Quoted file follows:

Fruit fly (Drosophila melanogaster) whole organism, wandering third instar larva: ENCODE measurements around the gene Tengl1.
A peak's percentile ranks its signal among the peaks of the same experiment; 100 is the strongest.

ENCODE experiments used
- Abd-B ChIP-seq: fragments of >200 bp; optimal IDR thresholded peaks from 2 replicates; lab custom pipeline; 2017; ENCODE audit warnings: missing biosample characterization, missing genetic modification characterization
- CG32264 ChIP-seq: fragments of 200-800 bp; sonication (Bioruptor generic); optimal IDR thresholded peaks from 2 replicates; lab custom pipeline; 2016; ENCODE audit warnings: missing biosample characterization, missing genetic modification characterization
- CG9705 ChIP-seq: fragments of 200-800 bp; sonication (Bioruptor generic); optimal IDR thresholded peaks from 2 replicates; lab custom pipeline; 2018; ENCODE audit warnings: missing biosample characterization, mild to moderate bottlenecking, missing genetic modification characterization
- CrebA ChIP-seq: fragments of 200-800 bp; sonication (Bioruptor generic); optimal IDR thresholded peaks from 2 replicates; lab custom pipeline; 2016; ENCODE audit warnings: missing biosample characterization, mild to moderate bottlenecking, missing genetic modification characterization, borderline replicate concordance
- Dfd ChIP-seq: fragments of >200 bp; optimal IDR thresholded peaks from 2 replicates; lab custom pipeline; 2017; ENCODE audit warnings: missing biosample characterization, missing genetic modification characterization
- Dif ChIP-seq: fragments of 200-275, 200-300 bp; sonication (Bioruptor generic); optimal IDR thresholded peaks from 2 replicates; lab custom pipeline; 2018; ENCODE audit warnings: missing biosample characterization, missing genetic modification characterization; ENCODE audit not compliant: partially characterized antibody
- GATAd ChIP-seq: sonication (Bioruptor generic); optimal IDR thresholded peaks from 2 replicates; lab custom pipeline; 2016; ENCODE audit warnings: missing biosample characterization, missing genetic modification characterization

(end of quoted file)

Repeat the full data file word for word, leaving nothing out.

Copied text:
Fruit fly (Drosophila melanogaster) whole organism, wandering third instar larva: ENCODE measurements around the gene Tengl1.
A peak's percentile ranks its signal among the peaks of the same experiment; 100 is the strongest.

ENCODE experiments used
- Abd-B ChIP-seq: fragments of >200 bp; optimal IDR thresholded peaks from 2 replicates; lab custom pipeline; 2017; ENCODE audit warnings: missing biosample characterization, missing genetic modification characterization
- CG32264 ChIP-seq: fragments of 200-800 bp; sonication (Bioruptor generic); optimal IDR thresholded peaks from 2 replicates; lab custom pipeline; 2016; ENCODE audit warnings: missing biosample characterization, missing genetic modification characterization
- CG9705 ChIP-seq: fragments of 200-800 bp; sonication (Bioruptor generic); optimal IDR thresholded peaks from 2 replicates; lab custom pipeline; 2018; ENCODE audit warnings: missing biosample characterization, mild to moderate bottlenecking, missing genetic modification characterization
- CrebA ChIP-seq: fragments of 200-800 bp; sonication (Bioruptor generic); optimal IDR thresholded peaks from 2 replicates; lab custom pipeline; 2016; ENCODE audit warnings: missing biosample characterization, mild to moderate bottlenecking, missing genetic modification characterization, borderline replicate concordance
- Dfd ChIP-seq: fragments of >200 bp; optimal IDR thresholded peaks from 2 replicates; lab custom pipeline; 2017; ENCODE audit warnings: missing biosample characterization, missing genetic modification characterization
- Dif ChIP-seq: fragments of 200-275, 200-300 bp; sonication (Bioruptor generic); optimal IDR thresholded peaks from 2 replicates; lab custom pipeline; 2018; ENCODE audit warnings: missing biosample characterization, missing genetic modification characterization; ENCODE audit not compliant: partially characterized antibody
- GATAd ChIP-seq: sonication (Bioruptor generic); optimal IDR thresholded peaks from 2 replicates; lab custom pipeline; 2016; ENCODE audit warnings: missing biosample characterization, missing genetic modification characterization